As a bipartisan effort to prevent former President Donald Trump, the current leading 2024 GOP candidate, from running again for the White House using a provision of the Constitution gains strength, the nation’s highest court may need to step in and settle the matter.
Section 3 of the 14th Amendment, which was ratified in 1868 following America’s divisive Civil War, states that any political leaders who have violated their oaths of office by engaging in insurrection or rebellion against the United States are prohibited from holding federal office. This clause was primarily aimed at those involved with or supporting the Confederacy.
In an effort to bring healing and reconciliation to the nation, Congress passed two general amnesties for former Confederates in 1872 and 1898, with the latter amnesty declaring that any disability set forth by Section 3 had been removed. However, some legal professors and experts do not agree with this conclusion, as reported by the Los Angeles Times.
“Despite its long slumber, Section 3 … is alive and in force,” and it may play a major role in next year’s election, say law professors William Baude of the University of Chicago and Michael Stokes Paulsen of the University of St. Thomas, both of whom are considered to be rock-solid conservatives.
The Times noted:
In a 126-page law review posted last month, they put a new focus on the Constitution’s response to the nation’s greatest insurrection and find significantly higher odds that the Supreme Court will be confronted with the claim that former President Trump, the Republican front-runner in polls for 2024, is legally disqualified from holding office.
As constitutional originalists, Baude and Paulsen believe the document’s terms should be interpreted in line with how they were understood at the time of their adoption. They say the word “insurrection” was understood to refer broadly to the concerted use of force or pressure to obstruct or overthrow the authority of the government.
“It sweeps in a broad range of conduct attacking the authority of the United States,” they wrote.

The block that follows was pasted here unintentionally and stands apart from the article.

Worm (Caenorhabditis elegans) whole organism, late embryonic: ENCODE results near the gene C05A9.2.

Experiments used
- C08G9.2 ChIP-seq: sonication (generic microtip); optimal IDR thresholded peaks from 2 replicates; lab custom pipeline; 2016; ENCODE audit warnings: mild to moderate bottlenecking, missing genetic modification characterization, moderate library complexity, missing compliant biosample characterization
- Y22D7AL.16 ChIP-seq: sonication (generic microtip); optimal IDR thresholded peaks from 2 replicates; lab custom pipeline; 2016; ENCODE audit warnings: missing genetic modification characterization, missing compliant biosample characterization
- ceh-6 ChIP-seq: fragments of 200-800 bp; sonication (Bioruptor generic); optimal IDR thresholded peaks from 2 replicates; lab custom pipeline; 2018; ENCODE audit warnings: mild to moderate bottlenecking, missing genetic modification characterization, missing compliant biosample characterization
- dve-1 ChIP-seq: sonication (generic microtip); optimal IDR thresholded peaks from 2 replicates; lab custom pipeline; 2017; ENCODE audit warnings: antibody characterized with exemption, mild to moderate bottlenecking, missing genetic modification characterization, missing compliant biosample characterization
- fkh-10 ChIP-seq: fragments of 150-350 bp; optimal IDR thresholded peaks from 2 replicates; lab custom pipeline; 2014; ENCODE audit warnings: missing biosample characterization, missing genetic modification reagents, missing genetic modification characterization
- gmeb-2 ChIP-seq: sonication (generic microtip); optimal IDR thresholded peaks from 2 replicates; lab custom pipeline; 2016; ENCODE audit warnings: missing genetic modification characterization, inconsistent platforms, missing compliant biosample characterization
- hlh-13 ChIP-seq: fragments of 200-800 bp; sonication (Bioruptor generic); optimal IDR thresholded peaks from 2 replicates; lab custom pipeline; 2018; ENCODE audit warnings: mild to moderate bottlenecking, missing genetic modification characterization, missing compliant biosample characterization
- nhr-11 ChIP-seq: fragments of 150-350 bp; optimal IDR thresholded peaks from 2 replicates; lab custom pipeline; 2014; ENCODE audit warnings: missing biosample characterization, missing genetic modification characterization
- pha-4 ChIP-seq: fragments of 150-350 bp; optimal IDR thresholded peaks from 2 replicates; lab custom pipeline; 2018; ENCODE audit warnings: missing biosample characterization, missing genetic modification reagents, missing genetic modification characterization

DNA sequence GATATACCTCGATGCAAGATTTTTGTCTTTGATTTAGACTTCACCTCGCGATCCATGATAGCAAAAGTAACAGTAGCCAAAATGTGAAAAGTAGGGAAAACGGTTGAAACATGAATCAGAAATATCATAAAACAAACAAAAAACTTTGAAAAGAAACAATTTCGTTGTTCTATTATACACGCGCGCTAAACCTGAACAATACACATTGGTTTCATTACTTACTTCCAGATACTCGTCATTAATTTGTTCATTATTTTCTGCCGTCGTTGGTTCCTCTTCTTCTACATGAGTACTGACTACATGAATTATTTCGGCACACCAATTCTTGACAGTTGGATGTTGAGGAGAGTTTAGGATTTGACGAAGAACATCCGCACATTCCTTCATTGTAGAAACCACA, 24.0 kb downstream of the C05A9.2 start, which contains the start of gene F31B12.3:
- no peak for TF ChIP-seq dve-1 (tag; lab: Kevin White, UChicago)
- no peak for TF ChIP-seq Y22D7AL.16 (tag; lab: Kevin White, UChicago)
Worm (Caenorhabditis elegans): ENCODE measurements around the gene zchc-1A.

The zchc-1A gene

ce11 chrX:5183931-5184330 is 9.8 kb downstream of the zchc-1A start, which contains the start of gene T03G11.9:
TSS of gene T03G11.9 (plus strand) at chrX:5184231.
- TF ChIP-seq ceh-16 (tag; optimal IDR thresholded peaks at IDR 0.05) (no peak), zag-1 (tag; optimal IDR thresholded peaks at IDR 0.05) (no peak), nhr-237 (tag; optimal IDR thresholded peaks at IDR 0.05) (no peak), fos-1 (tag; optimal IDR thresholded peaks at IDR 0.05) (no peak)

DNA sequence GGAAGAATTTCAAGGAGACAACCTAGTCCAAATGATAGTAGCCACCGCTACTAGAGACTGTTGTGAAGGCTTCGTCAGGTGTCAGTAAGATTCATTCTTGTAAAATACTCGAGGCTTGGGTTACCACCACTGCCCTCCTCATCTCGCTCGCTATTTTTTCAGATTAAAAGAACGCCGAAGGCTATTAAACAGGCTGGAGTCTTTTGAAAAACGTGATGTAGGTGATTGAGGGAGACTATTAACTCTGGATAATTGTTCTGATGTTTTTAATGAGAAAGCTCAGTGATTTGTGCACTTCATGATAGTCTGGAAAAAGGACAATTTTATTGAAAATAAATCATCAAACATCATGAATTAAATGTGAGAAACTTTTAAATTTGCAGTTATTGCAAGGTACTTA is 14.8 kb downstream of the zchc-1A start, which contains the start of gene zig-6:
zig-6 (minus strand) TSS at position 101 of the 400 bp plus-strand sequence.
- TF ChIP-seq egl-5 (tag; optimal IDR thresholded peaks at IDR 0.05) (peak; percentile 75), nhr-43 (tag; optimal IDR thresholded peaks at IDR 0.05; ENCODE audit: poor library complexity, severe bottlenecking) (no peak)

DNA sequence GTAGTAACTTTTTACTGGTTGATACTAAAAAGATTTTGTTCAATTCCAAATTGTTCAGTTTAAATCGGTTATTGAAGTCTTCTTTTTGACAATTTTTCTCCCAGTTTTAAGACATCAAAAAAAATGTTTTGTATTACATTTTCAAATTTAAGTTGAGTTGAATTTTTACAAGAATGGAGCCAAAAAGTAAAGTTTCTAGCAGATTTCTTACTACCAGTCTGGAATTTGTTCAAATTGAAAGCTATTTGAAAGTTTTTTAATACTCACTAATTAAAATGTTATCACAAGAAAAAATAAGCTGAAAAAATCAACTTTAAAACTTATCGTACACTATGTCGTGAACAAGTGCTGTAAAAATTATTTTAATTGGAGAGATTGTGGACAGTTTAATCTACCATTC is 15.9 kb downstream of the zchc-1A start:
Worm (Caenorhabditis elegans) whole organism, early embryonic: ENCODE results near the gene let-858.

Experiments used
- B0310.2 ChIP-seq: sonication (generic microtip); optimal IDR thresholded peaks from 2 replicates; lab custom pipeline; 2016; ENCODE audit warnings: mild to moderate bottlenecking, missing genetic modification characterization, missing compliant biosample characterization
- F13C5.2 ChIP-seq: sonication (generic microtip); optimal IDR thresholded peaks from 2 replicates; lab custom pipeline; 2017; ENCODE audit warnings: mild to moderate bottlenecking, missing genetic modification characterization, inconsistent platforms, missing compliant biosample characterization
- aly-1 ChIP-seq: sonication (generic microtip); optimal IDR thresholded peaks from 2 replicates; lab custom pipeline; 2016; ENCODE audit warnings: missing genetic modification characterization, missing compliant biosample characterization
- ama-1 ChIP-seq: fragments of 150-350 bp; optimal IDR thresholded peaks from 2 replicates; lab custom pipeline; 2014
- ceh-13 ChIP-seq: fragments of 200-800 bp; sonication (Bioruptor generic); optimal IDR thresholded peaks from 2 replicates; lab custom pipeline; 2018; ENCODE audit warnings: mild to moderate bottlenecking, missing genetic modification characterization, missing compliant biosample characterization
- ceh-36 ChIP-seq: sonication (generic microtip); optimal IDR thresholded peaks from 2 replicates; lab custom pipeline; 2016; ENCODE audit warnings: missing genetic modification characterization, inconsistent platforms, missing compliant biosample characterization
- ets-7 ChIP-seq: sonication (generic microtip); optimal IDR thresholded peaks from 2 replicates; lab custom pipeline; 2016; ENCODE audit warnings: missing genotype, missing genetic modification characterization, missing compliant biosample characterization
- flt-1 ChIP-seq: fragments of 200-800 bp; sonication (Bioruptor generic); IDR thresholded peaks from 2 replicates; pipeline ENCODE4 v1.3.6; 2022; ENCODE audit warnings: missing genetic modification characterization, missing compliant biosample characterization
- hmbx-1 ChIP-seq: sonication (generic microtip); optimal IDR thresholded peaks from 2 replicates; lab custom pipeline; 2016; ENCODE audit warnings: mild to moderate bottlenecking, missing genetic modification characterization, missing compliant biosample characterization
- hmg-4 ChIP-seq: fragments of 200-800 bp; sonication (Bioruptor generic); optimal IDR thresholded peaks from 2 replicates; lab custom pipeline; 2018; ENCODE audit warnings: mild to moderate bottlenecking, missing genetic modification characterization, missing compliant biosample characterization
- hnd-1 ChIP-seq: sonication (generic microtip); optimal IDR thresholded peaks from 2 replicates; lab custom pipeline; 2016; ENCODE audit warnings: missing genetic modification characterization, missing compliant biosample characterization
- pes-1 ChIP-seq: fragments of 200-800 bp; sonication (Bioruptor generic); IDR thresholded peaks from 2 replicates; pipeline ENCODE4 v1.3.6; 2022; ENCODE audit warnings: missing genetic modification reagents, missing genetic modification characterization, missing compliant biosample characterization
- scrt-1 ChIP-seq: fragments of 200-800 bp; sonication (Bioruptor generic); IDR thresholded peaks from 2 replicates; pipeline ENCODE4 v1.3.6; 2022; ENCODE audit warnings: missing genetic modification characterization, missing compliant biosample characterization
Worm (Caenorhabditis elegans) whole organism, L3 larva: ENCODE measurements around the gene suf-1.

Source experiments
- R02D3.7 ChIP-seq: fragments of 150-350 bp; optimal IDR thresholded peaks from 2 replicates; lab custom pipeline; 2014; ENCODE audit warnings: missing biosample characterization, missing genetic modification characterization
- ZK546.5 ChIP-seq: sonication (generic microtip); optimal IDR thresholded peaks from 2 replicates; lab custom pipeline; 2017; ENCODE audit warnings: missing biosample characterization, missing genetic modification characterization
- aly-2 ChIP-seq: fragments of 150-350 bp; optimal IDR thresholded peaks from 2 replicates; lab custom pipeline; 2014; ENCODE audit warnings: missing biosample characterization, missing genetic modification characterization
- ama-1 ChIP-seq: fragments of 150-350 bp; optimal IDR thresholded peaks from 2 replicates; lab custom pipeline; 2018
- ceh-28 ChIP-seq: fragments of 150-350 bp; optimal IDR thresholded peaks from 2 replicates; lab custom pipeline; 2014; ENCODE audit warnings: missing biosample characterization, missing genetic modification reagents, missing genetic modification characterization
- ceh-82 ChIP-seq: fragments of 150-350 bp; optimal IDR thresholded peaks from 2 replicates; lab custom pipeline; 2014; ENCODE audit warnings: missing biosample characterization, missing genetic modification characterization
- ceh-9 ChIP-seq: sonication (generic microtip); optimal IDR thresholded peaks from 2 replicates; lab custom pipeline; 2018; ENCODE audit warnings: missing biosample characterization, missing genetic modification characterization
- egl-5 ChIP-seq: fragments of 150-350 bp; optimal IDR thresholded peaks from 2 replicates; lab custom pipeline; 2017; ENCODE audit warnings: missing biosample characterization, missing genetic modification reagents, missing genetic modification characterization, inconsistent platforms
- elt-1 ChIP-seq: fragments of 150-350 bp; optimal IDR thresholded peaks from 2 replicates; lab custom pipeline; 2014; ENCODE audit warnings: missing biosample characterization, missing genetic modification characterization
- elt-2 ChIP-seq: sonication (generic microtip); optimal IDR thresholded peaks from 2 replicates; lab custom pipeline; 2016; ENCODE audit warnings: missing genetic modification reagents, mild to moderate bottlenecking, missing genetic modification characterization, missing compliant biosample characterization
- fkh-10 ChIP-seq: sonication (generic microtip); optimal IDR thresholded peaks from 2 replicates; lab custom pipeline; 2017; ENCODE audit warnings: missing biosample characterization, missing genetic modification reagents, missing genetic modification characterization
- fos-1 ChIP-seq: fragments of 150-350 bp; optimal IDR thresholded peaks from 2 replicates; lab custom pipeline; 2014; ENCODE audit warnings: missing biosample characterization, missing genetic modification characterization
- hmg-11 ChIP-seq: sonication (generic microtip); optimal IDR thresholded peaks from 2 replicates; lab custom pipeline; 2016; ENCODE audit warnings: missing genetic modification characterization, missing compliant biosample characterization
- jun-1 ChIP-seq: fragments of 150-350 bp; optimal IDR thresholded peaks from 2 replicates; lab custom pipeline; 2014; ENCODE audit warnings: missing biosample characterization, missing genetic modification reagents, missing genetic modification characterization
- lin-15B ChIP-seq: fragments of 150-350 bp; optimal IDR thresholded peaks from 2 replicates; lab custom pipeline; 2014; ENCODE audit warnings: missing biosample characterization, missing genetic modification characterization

They assert that the authority for implementing the disqualification clause lies not with Congress or the Justice Department, but rather with numerous state, county, and federal officials who are qualified to evaluate a candidate’s eligibility for office and determine if their name should appear on the ballot according to the Times.
“Taking Section 3 seriously means that its constitutional disqualifications from future state and federal office holding extend to participants in the attempted overturning of the presidential election of 2020, including former President Donald Trump and others,” Baude and Paulsen argued further.
Their stance could include denying any support for those accused or convicted of taking part in the incident at the U.S. Capitol Building on January 6, 2021. While some have characterized this event as an “insurrection,” others have referred to it simply as a riot, similar to those that occurred throughout the summer of 2020 following the death of George Floyd in Minneapolis; including one where uniformed Secret Service and other federal officers were targeted outside of the White House while President Trump was still in office.
The United States Supreme Court is set to consider the case of John Castro v. Donald Trump on September 29th, with a final decision expected by October 9th.
The matter centers around whether or not President Trump should be disqualified from holding any future federal office in accordance with the Constitution.
Professor Emeritus Alan Dershowitz of Harvard Law School pointed out that there is no formal mechanism in place to determine if the president was involved in an insurrection, as stated in a recent newsletter by 1945.